Newt Gingrich deserves a pat on the back for the increasingly diverse ways he's attempted to dissociate himself from the lobbying profession. In Today's New York Times, the paper meticulously lays out the various instances in which he earned millions of dollars helping businesses promote services and gain access to public officials via his health care consultancy Center for Health Transformation. By definition, the former House speaker was a lobbyist, notes Politico's Ben Smith after hauling out the terms of Lobbying Disclosure Act, which defines the practice as "any efforts in support of such contacts, including preparation or planning activities, research and other background work that is intended, at the time of its preparation, for use in contacts and coordination with the lobbying activities of others." But because he hasn't had to officially register as a lobbyist, Gingrich has denied any connection to the occupation (a loophole President Obama has taken advantage of as well). Behold, the immensely creative ways Gingrich has side-stepped and explained away his lobbying activities:

  • I wasn't a lobbyist, I was a "strategic advice"-giver: In an interview with Fox News host Greta Van Susteren on Nov. 17, Gingrich had to respond to allegations that he lobbied for mortgage giant Freddie Mac. "I never have. A very important point I want to make — I have never done lobbying of any kind," he said. "I was approached to offer strategic advice."
     
  • I wasn't a lobbyist, I was a celebrity At a campaign event at a shopping center in South Carolina Tuesday, Gingrich denied doing any lobbying noting that he was a highly-demanded speech-giver at the time. He referred to himself as a celebrity. "Normally, celebrities leave and they gradually sell fewer speeches every year. We were selling more," he said.
  • I wasn't a lobbyist, I only promoted activities I believed in At that same event, Gingrich emphasized that his business network which supported issues such as digital medical records, never led him to support issues he didn't personally support—a distinction he suggested conflicted with the job of lobbying.  "If I didn't like the issue, I didn't deal with it," Gingrich said "If I didn't agree with you, I didn't say it."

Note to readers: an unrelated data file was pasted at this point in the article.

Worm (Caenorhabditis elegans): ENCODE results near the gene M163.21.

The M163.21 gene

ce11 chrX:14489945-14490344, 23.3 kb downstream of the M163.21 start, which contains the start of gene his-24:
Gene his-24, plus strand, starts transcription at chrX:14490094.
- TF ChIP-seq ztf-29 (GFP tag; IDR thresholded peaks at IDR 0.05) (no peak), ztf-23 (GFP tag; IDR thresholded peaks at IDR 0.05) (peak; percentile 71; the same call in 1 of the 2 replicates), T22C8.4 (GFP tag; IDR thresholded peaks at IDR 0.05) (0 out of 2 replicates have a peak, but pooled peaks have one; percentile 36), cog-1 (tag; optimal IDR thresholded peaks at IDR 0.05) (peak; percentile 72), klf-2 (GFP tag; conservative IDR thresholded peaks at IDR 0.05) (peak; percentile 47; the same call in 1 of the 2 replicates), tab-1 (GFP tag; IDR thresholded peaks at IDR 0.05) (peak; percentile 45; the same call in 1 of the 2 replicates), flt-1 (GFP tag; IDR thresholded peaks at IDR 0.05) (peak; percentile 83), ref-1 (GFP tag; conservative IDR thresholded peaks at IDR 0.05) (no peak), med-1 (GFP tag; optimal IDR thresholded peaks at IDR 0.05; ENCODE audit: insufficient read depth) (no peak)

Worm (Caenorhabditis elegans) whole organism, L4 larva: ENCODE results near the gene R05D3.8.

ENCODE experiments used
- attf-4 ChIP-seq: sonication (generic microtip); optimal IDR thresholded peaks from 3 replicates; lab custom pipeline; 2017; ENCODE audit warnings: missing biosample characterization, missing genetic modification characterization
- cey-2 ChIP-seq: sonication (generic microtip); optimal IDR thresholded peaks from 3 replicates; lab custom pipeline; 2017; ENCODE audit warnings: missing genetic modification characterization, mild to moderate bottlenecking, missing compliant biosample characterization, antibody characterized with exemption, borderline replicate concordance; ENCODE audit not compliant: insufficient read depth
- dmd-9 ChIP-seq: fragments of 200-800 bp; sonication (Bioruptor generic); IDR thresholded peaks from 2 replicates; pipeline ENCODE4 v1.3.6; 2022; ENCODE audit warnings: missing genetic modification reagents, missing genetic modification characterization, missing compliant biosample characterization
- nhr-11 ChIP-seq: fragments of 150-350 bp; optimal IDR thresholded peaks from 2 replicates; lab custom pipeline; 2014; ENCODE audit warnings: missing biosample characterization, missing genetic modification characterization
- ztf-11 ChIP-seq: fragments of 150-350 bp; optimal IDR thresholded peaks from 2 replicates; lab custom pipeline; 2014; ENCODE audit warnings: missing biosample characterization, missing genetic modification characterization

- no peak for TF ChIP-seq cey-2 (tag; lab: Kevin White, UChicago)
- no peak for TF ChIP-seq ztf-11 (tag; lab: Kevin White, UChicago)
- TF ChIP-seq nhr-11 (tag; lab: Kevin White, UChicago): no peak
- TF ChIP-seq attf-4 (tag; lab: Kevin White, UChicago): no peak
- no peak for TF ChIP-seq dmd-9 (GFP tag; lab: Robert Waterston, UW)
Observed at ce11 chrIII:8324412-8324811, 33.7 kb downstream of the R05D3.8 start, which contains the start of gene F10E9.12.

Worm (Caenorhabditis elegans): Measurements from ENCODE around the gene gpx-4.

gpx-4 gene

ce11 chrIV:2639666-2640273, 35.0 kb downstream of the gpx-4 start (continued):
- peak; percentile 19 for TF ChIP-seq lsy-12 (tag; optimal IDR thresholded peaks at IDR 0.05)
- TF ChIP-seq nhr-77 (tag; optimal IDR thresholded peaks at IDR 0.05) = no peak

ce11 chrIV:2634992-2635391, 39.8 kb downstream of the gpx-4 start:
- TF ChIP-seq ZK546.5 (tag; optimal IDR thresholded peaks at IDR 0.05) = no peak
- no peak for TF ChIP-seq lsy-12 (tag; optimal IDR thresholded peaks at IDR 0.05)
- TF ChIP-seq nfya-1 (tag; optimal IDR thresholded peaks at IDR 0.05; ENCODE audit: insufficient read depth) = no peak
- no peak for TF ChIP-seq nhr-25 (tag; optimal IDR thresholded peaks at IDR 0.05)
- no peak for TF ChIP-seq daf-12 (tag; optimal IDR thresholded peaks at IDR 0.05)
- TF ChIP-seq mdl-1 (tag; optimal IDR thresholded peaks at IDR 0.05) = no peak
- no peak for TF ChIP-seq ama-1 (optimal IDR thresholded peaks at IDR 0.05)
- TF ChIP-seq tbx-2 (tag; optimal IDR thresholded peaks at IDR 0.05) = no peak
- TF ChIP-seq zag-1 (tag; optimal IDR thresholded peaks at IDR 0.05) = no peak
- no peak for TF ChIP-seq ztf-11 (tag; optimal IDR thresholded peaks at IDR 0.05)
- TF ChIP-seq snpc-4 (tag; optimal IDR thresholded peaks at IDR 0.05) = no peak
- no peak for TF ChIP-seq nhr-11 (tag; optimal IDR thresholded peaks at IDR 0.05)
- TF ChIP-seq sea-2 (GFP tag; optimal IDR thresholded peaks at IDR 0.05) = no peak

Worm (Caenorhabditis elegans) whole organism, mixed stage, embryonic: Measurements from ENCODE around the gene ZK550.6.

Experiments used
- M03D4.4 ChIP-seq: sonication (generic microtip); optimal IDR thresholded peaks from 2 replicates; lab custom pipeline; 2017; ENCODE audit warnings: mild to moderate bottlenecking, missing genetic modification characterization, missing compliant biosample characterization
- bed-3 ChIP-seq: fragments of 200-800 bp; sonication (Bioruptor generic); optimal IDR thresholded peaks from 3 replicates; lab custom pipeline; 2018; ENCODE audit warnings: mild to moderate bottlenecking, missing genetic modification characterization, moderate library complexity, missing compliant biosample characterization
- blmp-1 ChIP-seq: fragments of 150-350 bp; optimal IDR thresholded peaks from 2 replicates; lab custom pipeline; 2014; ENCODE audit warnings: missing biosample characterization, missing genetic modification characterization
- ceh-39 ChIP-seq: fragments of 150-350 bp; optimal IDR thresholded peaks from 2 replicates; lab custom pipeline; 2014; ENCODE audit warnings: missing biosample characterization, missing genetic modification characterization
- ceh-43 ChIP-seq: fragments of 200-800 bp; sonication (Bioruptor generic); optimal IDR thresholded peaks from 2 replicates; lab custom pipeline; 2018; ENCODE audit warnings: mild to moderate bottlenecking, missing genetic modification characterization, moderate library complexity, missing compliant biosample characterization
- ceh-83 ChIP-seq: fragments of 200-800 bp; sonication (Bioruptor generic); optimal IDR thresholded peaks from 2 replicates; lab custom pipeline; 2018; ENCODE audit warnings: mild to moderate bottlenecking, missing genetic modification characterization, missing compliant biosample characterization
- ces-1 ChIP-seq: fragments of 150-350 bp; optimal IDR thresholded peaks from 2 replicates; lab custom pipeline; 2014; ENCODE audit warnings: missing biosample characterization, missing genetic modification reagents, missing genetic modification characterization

• I wasn't a lobbyist, I was a historian During CNBC's Republican debate in early November, John Harwood asked Gingrich about his work for Freddie Mac, which Gingrich cleverly described as "historian" work that earned him $300,000 (the actual sum would be much higher).  “I have never done any lobbying ... I offered advice ... Advice as a historian."
  • I wasn't a lobbyist, I was just worried about the nation's national security In a letter to the Wall Street Journal in February, Gingrich addressed the issue of his work for an ethanol lobbying group. "I am not a lobbyist for ethanol, not for anyone. My support of increased domestic energy production of all forms, including biofuels and domestic drilling, is born out of our urgent national security and economic needs. It is in this country's long-term best interest to stop the flow of $1 billion a day overseas, in particular to countries hostile to America."
  • I wasn't a lobbyist, because I didn't even need the money The Hill's Jonathan Easley reports today on another campaign trail excuse for Gingrich. He says he never lobbied anyone "because he 'was charging $60,000 a speech' and didn’t need the money." The former speaker said “For a practical reason — and I’m going to be really direct, OK? I was charging $60,000 a speech and the number of speeches was going up, not down.”